shadow playerWhen I decided to hire a virtual assistant, I had no idea how much I’d learn from the process.

Here’s the story:

As you know, I’ve relaunched my business (new website coming soon, I’m so excited to share it with you!) and have very specific areas I want to grow it in.

I’ll tell you more about those later, but there were a couple of things I realized when I made the decision to dust off my entrepreneurial shoes:

1. I needed to have a system with which to track, develop and maintain new business relationships – hence my exhausting search for a small business CRM system that would work the way I needed it to; and

2. I needed help with certain elements of my business, particularly on the administrative and marketing side of things. Do you have any idea how long it takes to do much of the nitty-gritty an entrepreneur has to deal with, as well as how long those tasks can take, particularly the marketing tasks?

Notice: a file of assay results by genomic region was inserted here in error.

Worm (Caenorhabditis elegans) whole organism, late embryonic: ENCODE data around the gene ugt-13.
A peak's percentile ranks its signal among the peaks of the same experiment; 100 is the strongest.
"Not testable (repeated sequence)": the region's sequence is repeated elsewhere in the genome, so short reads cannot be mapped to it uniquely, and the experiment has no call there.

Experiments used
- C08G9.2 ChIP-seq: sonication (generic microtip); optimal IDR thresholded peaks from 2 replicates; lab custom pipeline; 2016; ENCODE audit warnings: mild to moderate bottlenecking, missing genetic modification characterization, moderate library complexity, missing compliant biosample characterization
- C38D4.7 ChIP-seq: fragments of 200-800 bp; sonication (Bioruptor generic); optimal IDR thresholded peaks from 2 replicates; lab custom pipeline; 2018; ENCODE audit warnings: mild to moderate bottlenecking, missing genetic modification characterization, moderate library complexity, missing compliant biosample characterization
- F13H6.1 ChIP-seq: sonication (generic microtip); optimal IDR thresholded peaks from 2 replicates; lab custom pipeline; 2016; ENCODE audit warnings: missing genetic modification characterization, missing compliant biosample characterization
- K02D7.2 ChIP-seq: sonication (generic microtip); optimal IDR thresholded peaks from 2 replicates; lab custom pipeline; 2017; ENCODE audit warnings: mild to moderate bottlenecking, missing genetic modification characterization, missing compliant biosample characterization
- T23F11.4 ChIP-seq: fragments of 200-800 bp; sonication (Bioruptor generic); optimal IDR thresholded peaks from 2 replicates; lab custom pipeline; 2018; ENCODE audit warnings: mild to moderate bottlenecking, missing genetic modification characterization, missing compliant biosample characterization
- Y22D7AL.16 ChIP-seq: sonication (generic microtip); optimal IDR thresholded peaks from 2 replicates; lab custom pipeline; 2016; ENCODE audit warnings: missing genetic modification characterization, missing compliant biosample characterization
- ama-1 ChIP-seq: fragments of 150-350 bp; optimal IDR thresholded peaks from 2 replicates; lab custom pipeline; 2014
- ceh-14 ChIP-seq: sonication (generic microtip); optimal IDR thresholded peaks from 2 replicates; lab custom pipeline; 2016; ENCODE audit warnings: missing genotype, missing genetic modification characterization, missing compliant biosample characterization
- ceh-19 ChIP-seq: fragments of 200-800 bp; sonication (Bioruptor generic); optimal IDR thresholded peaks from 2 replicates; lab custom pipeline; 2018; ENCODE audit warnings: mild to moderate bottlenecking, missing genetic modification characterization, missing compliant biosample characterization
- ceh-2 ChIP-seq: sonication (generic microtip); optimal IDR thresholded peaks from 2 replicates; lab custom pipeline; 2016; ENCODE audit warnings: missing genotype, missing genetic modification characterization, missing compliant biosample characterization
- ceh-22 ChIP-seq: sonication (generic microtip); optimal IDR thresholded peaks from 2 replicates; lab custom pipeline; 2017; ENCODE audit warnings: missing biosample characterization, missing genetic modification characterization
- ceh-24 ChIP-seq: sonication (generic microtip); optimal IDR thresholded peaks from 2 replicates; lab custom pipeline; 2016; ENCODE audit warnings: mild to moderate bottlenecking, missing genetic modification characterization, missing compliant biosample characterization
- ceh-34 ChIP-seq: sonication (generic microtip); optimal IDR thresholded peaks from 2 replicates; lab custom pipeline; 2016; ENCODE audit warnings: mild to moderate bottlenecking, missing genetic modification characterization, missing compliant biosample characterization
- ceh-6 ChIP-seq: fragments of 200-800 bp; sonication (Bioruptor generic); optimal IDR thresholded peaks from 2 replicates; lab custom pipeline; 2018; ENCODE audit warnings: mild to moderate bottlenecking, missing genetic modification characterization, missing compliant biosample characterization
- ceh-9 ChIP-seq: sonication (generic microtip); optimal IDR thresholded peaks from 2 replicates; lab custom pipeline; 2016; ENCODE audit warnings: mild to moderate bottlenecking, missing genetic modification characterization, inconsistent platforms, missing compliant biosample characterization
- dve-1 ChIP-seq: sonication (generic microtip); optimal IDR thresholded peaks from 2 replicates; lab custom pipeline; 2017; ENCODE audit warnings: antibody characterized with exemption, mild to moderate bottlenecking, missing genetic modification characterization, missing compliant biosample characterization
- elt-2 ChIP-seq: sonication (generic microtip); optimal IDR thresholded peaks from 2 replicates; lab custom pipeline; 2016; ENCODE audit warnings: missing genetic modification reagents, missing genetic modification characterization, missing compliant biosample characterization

Image: Freddie H. via Flickr, CC 2.0

Now, “marketing” is what I do. So when it comes to my business, it had better be good. Else baby won’t get a new pair of shoes!

Enter oDesk

I looked around, checked out various VAs I heard about, and then decided to place an ad on oDesk. I’d heard good things about it from a few different friends and fellow women entrepreneurs (Donna Vincent Roa and Tinu Abayomi-Paul, to name just a couple), and they seemed to have a pretty solid system.

So I posted a job opening. I made it as detailed as I could; I specified certain skills, how much I was willing to pay, etc., I was looking for. Before I could even count to 10 – ok, maybe 79 – the applicants started rolling in.

Over a period of a couple of weeks, there were 27 applicants. Most of them ignored at least some of the specifics of my posting. Many had frighteningly high opinions of their language skills, and some applied even though they would be incapable of using certain platforms I needed them to.